What Makes an Organic Latex Mattress Organic?
The “Organic Mattress”
In the last decade or so, organic certificate standard has transformed from being the underdog to becoming peoples favorite. Organic certification might still be a somewhat new concept but it’s not staying there. It has gradually stretched out from fruit and vegetable to preserved foods to fabrics and like every other overachieving child is expanding into other end-user markets. Which brings us to the “organic bed”. What makes organic latex mattress organic?
Like everything else, when a new unique idea hits the marketplace, there’re ten new “knock-offs” in the morning. And the organic bed isn’t an exception. There have been tons of misinformation, misapplication, misunderstanding, and misuse about the organic mattress and like any good mother, we feel the responsibility to intervene, educate and clarify.
Without further ado, let’s take a look at the ways the term “organic” has been applied and misapplied in the organic mattress world.
When it comes to organic certification, there’re two major bodies for organic manufacturers. The first one is the U.S. Department of Agriculture – short for USDA – and their certification is primarily focused and available in the US markets.
The second one is the Global Organic Textile Standards – short for GOTS certification. GOTS certifies materials and foods at two stages…
Organic: the contents must contain at least 70% organic ingredients and materials and on the other hand; “certified organic” which contains at least 95% “pure” organic ingredients and materials.
Even though it is not an officially-recognized USDA-approved certification, GOTS is widely used in European markets and on the rare occasion will appear in the American market. However, in the US market, only USDA’s organic standard is approved and deemed “official”.
Troubles with Organic Certification
Everywhere you look these days you will find one product to another claiming to be “organic” from fertilizers to preserved foods to mattresses. Take a closer look on the label. And if there’s no explicit USDA or GOTS certification, you’re more than likely dealing with a company trying to pass on their product as “organic” just so they could make sales.
According to The Washington Post, even when you see a strong USDA certification on some labels, it may not be completely accurate. Up to 5% of non-organic ingredients are approved by USDA as long as they’re also approved by the National Organic Standards Board. And sometimes few chemicals, that are anything but healthy, are allowed in approved products that are still labeled organic.
Sometime they will try to fool you with cross-talks about the latex industry and natural latex. The phrase “Organically grown” simply refers the processes involved in growing the rubber tree plant which brings liquid latex into being when tapped.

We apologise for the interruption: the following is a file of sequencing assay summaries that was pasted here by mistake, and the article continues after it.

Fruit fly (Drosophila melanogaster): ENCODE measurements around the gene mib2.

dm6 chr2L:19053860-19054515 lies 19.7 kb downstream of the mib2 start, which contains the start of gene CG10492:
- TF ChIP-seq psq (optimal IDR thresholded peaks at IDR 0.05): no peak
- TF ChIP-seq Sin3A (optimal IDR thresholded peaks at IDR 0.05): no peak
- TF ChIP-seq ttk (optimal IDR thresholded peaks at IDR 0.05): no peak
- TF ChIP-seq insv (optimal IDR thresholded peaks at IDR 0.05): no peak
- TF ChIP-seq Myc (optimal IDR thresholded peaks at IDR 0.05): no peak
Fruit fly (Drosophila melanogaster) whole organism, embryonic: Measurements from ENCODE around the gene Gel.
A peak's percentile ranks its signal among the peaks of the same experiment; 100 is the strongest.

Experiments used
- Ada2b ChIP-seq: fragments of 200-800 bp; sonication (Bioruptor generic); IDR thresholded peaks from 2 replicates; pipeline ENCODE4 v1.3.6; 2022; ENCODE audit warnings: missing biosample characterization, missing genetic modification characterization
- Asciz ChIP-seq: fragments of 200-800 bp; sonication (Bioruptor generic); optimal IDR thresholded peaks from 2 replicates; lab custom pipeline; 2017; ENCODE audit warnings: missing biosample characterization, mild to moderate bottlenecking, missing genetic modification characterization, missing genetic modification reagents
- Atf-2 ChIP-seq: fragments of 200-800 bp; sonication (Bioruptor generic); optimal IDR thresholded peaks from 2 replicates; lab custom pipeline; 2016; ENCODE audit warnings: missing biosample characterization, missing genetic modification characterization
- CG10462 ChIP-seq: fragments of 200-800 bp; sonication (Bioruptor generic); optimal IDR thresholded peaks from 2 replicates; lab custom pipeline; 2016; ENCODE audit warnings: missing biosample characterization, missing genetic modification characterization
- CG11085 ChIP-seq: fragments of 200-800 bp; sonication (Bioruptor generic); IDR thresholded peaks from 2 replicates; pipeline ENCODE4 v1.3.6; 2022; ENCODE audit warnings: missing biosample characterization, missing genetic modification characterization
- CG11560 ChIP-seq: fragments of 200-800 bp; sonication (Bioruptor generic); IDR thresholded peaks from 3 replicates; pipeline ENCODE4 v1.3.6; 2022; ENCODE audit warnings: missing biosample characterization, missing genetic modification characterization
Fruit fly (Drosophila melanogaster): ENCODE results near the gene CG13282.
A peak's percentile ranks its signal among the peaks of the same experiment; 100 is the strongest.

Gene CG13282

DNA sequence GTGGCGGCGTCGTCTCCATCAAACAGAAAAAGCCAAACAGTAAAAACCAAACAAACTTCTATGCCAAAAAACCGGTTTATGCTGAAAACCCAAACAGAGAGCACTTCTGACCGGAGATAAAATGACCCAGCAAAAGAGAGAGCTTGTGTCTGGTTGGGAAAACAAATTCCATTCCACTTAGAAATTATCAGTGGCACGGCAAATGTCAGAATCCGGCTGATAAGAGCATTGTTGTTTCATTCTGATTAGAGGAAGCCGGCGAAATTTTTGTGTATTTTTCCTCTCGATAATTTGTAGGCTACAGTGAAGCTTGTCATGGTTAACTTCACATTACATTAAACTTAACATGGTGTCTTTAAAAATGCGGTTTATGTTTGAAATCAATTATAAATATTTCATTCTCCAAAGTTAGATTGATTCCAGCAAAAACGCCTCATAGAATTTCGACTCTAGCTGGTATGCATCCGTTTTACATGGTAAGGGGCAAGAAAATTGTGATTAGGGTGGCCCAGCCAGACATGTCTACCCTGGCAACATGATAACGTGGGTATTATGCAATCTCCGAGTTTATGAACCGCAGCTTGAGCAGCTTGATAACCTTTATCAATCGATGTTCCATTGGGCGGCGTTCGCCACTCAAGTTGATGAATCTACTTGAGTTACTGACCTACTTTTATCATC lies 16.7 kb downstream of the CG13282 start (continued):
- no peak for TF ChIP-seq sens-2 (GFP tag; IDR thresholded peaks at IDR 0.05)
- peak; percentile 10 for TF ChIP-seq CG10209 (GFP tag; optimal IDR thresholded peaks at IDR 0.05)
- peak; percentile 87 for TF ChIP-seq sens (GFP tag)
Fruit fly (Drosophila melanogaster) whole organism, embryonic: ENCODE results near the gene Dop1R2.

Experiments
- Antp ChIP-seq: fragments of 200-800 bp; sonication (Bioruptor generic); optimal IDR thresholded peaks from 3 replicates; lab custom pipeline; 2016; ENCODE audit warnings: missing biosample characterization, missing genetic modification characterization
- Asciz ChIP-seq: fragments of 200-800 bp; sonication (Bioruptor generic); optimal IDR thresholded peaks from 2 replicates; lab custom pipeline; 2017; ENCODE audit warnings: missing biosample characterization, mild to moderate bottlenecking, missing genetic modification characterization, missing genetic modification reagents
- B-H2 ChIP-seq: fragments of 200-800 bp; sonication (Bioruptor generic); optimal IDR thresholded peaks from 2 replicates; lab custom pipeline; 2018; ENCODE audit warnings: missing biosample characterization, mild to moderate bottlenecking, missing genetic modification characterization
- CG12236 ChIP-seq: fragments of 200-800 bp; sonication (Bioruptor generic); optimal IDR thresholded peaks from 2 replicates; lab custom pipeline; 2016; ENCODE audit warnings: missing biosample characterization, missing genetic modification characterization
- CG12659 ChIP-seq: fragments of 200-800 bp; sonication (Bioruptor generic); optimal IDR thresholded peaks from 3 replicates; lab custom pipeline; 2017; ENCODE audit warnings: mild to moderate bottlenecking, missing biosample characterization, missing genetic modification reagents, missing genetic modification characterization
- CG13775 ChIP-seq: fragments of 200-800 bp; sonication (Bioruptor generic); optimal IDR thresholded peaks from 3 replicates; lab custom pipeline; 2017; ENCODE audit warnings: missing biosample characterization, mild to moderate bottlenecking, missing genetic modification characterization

Organically grown latex is manufactured from a tree that is nurtured following organic agricultural standards. Be careful because this kind of latex can still be developed using harmful chemicals while camouflaging it as a quality mattress.
Organic Latex Mattress Production
It is possible – at least theoretically – to create completely organic mattress using the Dunlop method. Producing mattresses using the Dunlop method involves inserting the latex into a mold and letting it cool off. But in order to decrease particulate separation in the liquid, most Dunlop method used today add various stabilizers such as sulfur to give you the smoothest and strongest latex mattress possible.
It is impossible to have a 100% organic product, because latex sap alone can not be formed into the latex layers without using a few natural adhesives. Talalay latex is manufactured with specific equipment. And there’s no comparison to the incredibly soft and quality latex the talalay process offers.
Talalay Latex Process
After the sap from the natural rubber tree has been collected, the latex has to be transported from the rubber tree estate to the processing facility.
So, in order to preserve the latex in its fluid form, chemicals must be added to slow the liquid latex’s natural congealing process – usually ammonia. Some argue that ammonia completely evaporates or burns out in the vulcanization process may be open to interpretation, however, the strong proof remains that the final product cannot be certified as “pure” organic as ammonia has been added. A big factor to consider is where you bought you talalay latex mattress. With a number of manufacturers available, some have a very pure talalay latex.
Natural Mattress Matters carries the cradle to cradle certification on our talalay latex, which is one of the highest standards in the industry.
What Makes Organic Latex Mattress Organic
Manufacturing mattresses that are completely pure and chemical-free can be a challenging process. And it’s more than likely, that mattress you’ve been eyeing through the window that’s labeled “organic” is, in fact, have only one component like, a wool mattress topper or an organic Dunlop core that’s actually 100% certified organic.
So when shopping for “organic latex”, the safe cause of action would be to ask where the latex was originally grown, how it was transported and how it was treated during production.
As you can already tell most mattresses claiming to be “organic latex mattress” are not entirely telling the whole truth as most are not even entirely natural. If you want a natural mattress and bedding, the good rule of thumb is to make sure that you are buying from a trustworthy retailer.
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